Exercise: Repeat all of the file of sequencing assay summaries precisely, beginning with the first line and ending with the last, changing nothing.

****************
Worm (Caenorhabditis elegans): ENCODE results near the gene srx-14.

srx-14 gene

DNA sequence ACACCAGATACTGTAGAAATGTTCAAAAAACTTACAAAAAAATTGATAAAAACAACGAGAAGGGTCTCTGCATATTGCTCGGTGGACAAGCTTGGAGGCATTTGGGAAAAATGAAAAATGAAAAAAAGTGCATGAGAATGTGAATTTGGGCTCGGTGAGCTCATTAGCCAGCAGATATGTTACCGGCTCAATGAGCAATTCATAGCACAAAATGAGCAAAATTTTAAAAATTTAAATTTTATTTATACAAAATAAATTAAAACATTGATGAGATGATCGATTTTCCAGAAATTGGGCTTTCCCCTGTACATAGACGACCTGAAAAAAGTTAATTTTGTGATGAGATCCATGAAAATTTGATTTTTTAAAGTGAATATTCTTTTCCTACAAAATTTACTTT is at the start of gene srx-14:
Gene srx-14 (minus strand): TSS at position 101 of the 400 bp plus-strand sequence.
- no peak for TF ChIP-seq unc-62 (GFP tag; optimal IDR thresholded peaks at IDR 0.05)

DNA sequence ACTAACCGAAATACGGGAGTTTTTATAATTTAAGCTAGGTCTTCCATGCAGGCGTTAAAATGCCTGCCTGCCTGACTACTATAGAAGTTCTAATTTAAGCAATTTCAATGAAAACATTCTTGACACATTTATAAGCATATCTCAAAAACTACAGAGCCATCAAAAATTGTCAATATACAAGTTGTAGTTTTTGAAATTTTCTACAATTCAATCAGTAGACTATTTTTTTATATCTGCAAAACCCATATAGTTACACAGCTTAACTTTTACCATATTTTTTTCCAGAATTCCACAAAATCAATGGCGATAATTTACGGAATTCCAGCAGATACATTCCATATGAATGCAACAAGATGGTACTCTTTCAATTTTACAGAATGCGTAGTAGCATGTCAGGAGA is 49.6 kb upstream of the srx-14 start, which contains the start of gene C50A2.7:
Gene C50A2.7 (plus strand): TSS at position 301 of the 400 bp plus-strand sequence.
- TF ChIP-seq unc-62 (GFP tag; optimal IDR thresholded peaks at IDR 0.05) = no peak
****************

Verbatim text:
Worm (Caenorhabditis elegans): ENCODE results near the gene srx-14.

srx-14 gene

DNA sequence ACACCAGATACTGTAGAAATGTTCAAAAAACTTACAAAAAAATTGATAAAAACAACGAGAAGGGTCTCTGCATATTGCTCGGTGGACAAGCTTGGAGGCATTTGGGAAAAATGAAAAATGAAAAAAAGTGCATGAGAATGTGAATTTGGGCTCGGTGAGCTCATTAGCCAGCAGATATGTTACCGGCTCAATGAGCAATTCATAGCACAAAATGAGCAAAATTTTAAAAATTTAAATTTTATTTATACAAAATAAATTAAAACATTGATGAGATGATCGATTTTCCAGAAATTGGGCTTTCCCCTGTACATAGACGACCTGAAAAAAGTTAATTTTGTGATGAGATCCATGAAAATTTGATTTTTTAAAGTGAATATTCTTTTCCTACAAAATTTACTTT is at the start of gene srx-14:
Gene srx-14 (minus strand): TSS at position 101 of the 400 bp plus-strand sequence.
- no peak for TF ChIP-seq unc-62 (GFP tag; optimal IDR thresholded peaks at IDR 0.05)

DNA sequence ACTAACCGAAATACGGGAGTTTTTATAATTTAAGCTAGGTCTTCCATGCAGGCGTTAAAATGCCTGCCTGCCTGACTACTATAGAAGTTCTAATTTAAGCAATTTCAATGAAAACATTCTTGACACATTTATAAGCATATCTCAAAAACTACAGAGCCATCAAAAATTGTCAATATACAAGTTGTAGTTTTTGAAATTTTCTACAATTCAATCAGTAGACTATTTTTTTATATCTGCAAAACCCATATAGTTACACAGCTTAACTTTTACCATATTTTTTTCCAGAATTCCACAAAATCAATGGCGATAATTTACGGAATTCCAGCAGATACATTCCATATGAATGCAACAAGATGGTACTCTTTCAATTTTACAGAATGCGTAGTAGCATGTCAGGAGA is 49.6 kb upstream of the srx-14 start, which contains the start of gene C50A2.7:
Gene C50A2.7 (plus strand): TSS at position 301 of the 400 bp plus-strand sequence.
- TF ChIP-seq unc-62 (GFP tag; optimal IDR thresholded peaks at IDR 0.05) = no peak